Pancham Gupta

Did you tell that to KeyBank?

 

Adam Craig

I thought about negotiating with them, but then I soon realized that the lease is a very minor expense for a bank. There’s a lot of reasons they decided to leave.

 

Pancham Gupta

Of course, yeah. Okay. Cool, man. Well, this is awesome. So, now you’re fully only doing these commercial buildings. Are you fully focused only in Cleveland?

 

Adam Craig

Right now, I’m trying to do an hour less drive. I’m not sticking to just office retail. I’ve looked at industrial. I’ve looked at a lot of asset classes. I actually thought I would be buying apartment buildings early in my career. I thought maybe I’d do 100 single family homes, and then I’d be buying big apartment buildings. But with red sky high, the valuations on these apartment buildings are also sky high. I don’t typically buy anything that is not a big value-added component. So, I’m just going for some of the less popular asset classes, which tend to have a lot less competition.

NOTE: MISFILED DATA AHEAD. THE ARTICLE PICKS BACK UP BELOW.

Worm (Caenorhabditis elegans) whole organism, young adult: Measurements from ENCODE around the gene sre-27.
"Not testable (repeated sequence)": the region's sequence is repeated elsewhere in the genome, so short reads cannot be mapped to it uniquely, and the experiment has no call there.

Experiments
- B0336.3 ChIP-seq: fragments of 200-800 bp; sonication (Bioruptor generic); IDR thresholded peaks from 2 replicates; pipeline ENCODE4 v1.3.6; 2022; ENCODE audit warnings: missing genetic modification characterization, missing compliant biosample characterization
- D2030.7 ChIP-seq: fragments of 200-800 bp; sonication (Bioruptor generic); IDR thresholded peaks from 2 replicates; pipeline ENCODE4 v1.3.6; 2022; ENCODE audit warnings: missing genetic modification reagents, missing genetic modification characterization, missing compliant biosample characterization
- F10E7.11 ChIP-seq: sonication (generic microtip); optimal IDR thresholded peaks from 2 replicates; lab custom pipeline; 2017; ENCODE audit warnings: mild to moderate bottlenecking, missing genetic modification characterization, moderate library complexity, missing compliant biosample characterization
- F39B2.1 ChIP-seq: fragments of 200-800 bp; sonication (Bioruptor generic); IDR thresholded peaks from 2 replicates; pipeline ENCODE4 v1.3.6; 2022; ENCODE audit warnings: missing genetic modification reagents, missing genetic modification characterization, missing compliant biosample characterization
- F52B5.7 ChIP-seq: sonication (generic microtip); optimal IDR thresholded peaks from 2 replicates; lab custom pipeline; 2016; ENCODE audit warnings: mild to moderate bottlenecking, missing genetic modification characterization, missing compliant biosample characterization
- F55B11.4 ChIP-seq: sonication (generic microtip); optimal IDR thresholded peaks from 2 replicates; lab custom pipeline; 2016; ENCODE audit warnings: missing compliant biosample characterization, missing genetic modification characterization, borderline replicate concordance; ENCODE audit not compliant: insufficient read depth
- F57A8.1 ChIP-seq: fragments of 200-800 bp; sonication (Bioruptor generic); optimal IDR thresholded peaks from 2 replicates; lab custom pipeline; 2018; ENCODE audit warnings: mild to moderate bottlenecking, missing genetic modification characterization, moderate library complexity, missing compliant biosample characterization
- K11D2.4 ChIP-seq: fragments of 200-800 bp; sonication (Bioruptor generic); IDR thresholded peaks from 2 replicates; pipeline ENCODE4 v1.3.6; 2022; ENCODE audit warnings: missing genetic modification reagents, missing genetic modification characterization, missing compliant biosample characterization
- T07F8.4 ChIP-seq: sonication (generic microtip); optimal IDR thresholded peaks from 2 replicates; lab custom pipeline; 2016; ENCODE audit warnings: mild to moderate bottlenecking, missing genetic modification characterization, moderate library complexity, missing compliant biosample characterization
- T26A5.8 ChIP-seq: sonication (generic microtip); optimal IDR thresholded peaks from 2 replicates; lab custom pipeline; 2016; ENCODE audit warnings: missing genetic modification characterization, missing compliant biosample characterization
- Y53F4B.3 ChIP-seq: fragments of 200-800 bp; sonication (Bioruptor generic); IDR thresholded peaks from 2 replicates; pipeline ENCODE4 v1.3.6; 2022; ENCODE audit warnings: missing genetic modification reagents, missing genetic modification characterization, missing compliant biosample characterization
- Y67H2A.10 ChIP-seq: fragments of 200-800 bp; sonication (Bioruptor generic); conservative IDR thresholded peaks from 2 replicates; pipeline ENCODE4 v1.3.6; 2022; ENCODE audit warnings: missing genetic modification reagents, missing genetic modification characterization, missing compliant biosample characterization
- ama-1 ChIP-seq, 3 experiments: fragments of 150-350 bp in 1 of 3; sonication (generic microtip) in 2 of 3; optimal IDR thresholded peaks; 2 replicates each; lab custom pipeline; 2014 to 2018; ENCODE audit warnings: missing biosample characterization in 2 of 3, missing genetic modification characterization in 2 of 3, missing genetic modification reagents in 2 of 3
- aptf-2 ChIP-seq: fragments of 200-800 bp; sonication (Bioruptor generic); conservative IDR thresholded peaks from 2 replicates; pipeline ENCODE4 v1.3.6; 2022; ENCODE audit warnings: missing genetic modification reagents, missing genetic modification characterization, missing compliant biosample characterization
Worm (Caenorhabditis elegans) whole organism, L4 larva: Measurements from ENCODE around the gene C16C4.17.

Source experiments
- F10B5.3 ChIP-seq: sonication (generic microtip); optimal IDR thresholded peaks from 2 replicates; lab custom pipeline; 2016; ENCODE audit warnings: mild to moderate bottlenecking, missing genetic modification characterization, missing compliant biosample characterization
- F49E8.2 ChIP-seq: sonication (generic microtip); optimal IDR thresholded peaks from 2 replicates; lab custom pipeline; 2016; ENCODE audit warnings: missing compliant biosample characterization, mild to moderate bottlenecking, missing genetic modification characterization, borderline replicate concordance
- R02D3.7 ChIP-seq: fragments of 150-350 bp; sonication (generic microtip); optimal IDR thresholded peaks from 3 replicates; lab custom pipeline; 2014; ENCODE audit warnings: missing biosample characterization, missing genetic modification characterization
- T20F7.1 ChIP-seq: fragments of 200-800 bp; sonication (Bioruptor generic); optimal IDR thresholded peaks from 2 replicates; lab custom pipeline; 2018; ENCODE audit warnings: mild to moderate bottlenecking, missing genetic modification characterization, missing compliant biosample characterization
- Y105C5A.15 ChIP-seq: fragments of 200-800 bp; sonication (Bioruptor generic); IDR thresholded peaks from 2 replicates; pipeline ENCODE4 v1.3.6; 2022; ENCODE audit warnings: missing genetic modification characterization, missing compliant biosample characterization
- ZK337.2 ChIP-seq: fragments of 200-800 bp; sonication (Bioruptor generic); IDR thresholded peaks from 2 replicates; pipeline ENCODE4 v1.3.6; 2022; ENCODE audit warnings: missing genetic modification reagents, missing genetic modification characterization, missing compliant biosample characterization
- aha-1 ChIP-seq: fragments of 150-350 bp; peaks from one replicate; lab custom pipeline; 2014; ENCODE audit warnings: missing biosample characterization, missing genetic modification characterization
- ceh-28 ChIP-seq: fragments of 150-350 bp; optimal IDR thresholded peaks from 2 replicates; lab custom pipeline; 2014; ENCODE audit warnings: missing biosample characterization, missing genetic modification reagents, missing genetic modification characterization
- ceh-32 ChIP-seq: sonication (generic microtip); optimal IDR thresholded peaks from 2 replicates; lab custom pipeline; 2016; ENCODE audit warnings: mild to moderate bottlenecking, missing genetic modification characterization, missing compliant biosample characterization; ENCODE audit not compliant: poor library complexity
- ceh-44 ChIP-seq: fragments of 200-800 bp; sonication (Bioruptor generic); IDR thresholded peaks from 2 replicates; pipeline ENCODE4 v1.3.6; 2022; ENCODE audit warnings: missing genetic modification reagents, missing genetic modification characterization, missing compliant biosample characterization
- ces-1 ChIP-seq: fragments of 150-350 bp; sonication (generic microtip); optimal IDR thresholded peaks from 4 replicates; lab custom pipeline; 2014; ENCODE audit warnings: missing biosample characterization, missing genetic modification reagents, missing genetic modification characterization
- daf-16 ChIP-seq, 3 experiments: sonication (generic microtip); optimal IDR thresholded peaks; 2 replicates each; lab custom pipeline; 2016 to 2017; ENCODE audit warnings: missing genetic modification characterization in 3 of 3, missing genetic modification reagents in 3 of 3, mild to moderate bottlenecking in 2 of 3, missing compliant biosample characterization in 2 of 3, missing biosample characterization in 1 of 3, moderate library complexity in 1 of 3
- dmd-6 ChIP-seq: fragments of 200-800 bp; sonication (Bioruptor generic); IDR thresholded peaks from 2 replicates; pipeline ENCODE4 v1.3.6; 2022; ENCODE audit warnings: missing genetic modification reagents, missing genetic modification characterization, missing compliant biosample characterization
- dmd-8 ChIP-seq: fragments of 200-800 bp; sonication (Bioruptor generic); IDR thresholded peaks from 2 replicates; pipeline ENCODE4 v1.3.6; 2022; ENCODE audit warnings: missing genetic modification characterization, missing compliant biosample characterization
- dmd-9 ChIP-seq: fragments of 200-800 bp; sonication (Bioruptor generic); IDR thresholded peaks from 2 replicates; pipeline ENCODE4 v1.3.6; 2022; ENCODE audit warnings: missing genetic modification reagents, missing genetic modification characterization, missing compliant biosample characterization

Pancham Gupta

Cool, man. This is awesome. Anything you would like to mention before we move on to the second part of the show?

 

Adam Craig

No, other than I have nothing against single families. I think a lot of people could do single families their entire life and do really well at it. I had a lot of social media following on my Instagram that really loved my single-family stuff. Then when I started posting a lot of the boring office retail stuff, you don’t get as many likes. So, I still try to educate a lot of my followers on the single-family side because I still think that’s a terrific asset, especially if you’re getting started.

 

Pancham Gupta